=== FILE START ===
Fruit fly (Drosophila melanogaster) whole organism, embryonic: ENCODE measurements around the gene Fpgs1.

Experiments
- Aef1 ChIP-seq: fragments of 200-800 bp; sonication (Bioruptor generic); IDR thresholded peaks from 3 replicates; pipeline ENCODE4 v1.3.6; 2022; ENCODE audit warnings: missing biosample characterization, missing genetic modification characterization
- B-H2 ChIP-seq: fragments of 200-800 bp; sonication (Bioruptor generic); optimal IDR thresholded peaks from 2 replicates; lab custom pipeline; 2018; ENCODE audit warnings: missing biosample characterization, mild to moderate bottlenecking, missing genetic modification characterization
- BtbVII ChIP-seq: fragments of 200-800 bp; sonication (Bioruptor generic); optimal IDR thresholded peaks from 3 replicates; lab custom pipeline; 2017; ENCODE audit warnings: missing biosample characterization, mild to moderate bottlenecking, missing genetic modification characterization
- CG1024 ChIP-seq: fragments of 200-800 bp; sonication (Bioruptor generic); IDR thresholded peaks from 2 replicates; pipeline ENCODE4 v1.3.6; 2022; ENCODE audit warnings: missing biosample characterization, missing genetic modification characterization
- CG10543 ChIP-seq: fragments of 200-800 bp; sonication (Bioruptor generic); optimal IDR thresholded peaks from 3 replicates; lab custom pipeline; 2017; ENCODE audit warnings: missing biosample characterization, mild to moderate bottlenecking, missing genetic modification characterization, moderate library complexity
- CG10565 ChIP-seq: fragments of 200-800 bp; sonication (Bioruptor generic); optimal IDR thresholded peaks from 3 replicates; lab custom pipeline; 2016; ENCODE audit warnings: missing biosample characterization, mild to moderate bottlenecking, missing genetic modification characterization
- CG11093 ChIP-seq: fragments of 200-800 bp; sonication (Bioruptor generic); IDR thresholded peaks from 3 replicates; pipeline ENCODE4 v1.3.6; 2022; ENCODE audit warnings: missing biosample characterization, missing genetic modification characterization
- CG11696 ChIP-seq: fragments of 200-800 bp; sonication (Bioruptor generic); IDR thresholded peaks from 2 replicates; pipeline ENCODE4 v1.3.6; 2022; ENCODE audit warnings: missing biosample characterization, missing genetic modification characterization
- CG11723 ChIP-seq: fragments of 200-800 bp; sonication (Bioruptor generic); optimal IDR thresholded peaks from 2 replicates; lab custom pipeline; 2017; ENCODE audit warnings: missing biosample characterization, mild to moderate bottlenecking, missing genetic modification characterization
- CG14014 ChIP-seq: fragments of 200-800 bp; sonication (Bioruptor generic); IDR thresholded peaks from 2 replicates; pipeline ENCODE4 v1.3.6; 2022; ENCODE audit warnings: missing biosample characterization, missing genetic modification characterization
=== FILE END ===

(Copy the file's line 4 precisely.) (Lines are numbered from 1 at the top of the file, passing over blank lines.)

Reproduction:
- B-H2 ChIP-seq: fragments of 200-800 bp; sonication (Bioruptor generic); optimal IDR thresholded peaks from 2 replicates; lab custom pipeline; 2018; ENCODE audit warnings: missing biosample characterization, mild to moderate bottlenecking, missing genetic modification characterization